The viral campaign that you probably took part in two years ago did some good! Project MinE, a large-scale researching initiative devoted to researching and curing ALS, identified the gene NEK1 which could begin laying the foundation for further research and a potential treatment.
Brian Frederick, executive vice-president of communications and development at the ALS Association spoke to The Guardian about the significance of the discovery:
“It helps us understand what’s triggering this and can help us better find a treatment,” though he added that, “it’s still very early in our understanding of this particular gene, and we still have a ways to go with understanding ALS generally.”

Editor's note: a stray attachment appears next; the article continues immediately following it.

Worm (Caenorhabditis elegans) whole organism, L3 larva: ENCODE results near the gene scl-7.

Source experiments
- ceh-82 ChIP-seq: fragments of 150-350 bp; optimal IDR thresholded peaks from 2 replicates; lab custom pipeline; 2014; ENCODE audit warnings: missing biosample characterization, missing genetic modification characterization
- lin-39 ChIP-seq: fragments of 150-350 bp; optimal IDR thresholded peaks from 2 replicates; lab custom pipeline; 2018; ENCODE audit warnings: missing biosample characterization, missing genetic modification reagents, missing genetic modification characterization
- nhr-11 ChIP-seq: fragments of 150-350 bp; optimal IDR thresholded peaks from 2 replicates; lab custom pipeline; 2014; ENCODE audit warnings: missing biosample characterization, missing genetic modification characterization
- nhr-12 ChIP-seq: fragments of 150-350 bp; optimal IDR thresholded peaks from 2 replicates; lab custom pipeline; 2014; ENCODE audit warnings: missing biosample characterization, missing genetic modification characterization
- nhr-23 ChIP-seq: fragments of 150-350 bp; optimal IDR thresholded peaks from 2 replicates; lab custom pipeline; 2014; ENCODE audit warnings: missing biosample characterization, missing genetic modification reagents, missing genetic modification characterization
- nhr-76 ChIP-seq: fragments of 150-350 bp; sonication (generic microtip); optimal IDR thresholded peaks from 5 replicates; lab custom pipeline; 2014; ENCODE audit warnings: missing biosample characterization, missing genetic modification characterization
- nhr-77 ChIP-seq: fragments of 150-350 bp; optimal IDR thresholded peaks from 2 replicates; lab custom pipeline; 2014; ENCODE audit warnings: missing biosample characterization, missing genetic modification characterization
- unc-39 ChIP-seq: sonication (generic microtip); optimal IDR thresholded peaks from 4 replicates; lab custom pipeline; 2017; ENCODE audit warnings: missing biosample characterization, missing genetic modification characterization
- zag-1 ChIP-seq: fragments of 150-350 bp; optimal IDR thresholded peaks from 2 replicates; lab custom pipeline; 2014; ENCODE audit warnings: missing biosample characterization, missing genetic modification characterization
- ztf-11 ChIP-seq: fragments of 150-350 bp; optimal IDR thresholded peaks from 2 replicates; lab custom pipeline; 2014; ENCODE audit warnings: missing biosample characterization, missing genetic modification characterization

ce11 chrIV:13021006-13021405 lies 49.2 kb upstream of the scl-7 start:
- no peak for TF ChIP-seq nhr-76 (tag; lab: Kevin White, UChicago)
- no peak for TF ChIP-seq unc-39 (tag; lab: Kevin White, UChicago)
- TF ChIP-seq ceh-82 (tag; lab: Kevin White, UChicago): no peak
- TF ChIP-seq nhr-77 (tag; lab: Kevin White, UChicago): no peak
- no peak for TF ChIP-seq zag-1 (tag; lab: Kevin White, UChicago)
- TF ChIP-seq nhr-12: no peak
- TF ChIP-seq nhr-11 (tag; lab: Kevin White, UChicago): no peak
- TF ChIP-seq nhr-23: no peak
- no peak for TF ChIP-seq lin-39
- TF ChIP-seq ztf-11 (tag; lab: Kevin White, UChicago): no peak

In the summer of 2014, thousands took to pouring buckets of iced water over their heads and nominating their friends to do the same, all in support of raising awareness and funds for Amyotrophic Lateral Sclerosis (ALS) research. Sometimes called Lou Gehrig’s disease, the rapidly progressive, neurological disease attacks human nerve cells (neurons) responsible for controlling muscle actions in your legs, arms and face. The cause is still unknown in almost 95% of all cases and affects 1 in 400 people.
ALS Association’s total donations surpassed the $100 million mark in just 30 days of summer 2014, five times the amount they received just the year before.
(Photo: Anthony Quintano)